FOWLER: A lot of times people don’t realize that treaty rights exist. They think we are out on the plains living in teepees and we are here today and living in a modern way just like everybody else, but we still have our treaty rights.
That treaty could prove to play a deciding role in the current legal battle to protect the lakes against invasive species. And it’s a factor uniting the same groups that were at odds over fishing rights in the ’70s.
At the end of the day, Bill pulls the boat into the Fishtown marina and sells his fish to Carlson’s Fish Shop, owned by a white family that has been in the fishing business for 6 generations.
Sounds of Bill handing off the fish.
Bill hands over boxes of full of fish that the Carlsons will smoke and sell in their shop.
This is a remarkable scene. Only thirty years ago the Carlsons were on the opposite side of the fight from the tribes. And now here they are, rolling away all of Bill’s fish to sell to tourists.
Cooperation like this between white and native fishermen, is common now. There are a lot of complicated reasons for that. But the one we heard over and over again is this: We have a common enemy — fighting environmental destruction. Jack Nolan is the former president of the Grand Traverse Area Sports fishermen.
NOLAN: The hard feelings have passed and now we are working on what is needed today. The Asian carp, all the other invasive species. We don’t have time for bickering. We need to take care of our resource.
Protecting the lakes from the voracious Asian carp is an urgent concern for more than just sports fishermen. Most Great Lakes states and Canadian provinces are involved in a federal lawsuit trying to get the Army Corps of Engineers to shut down locks leading into the Great Lakes and stop the carp. But so far the suit’s stalled in court and many scientists say carp will get in the lakes before all that’s resolved.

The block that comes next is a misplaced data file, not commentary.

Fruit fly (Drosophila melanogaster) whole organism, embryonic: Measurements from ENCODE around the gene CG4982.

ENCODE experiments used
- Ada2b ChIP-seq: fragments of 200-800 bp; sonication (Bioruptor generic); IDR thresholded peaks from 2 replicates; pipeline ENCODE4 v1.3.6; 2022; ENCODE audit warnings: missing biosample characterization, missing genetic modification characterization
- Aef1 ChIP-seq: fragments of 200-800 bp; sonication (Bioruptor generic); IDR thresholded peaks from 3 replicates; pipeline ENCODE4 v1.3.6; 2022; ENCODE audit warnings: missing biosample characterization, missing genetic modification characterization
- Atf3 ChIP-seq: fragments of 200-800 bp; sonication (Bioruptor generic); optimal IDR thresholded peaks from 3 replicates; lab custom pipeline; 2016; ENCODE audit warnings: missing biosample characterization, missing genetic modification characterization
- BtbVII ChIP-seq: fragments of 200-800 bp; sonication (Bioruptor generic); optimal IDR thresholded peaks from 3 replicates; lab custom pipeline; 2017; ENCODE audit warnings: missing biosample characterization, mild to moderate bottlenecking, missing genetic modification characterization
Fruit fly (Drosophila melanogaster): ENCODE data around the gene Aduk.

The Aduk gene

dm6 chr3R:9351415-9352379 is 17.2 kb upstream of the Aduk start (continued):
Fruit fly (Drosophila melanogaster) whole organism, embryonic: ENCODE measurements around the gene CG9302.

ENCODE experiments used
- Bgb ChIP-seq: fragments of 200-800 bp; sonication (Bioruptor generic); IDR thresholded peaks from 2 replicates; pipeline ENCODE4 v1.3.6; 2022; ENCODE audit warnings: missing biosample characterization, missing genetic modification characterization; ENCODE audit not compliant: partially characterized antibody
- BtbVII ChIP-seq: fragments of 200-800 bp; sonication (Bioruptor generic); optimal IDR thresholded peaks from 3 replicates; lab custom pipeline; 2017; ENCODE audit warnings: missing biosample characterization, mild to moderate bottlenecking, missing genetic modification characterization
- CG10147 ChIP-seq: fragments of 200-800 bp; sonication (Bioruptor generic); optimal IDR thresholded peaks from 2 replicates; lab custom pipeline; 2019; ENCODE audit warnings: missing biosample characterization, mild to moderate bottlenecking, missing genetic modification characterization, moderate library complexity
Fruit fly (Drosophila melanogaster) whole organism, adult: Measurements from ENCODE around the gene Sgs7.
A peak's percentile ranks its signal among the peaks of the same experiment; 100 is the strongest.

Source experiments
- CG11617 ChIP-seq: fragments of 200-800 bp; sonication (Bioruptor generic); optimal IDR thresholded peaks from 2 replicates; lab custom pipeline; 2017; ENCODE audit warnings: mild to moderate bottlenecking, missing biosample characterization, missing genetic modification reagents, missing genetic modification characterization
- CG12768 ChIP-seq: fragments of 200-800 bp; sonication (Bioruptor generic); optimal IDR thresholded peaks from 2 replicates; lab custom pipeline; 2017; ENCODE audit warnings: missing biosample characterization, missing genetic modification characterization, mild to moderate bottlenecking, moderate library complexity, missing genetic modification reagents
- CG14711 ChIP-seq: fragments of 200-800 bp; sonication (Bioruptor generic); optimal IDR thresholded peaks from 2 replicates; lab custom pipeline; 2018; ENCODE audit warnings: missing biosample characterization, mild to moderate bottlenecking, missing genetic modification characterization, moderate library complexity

But this is where there is a twist. The tribal rights that were solidified in the 1979 court case established that the tribes owned part of the lake, and others couldn’t mess up their ability to fish in it. That might mean the tribes could do something no one else can do can do — force the Army Corps to close the locks to keep out the Asian carp.
FLETCHER: It may be that the treaty rights are the only thing that protects us, I don’t know.
Matthew Fletcher is a law professor at Michigan Sate University. He says litigating on behalf of the environment is really hard in our court system, because the environment doesn’t have rights.
But treaties, like the one signed with the tribes, are considered “the supreme law of the land.” Matthew Fletcher, a member of the Ottawa and Chippewa band of Indians, says tribes may be willing to use those treaties on behalf of the lakes, because of what they have to loose.
FLETCHER: If the Great Lakes tanks and its all polluted or declined to the point where it’s useless, Michigan will still be here. But there are 6 or 8 tribes that will disappear. So much of the culture, the tradition, and the economies, even the language is tied to what the lakes look like. If that goes away, the tribes have lost, in terms of basically being extinct.
The tribes will be presenting testimony in an upcoming injunction hearing, it’s the latest development in the effort to get the locks closed immediately.
No one is sure how the treaty rights will shake out in court. But if they do hold up, it could open all kinds of doors for using tribal rights to fight environmental battles, from privatization of water, to nuclear power plants on the shore. And tribes, once at odds with all of the other fishermen, may prove they have a trump card that could protect the lakes for everyone.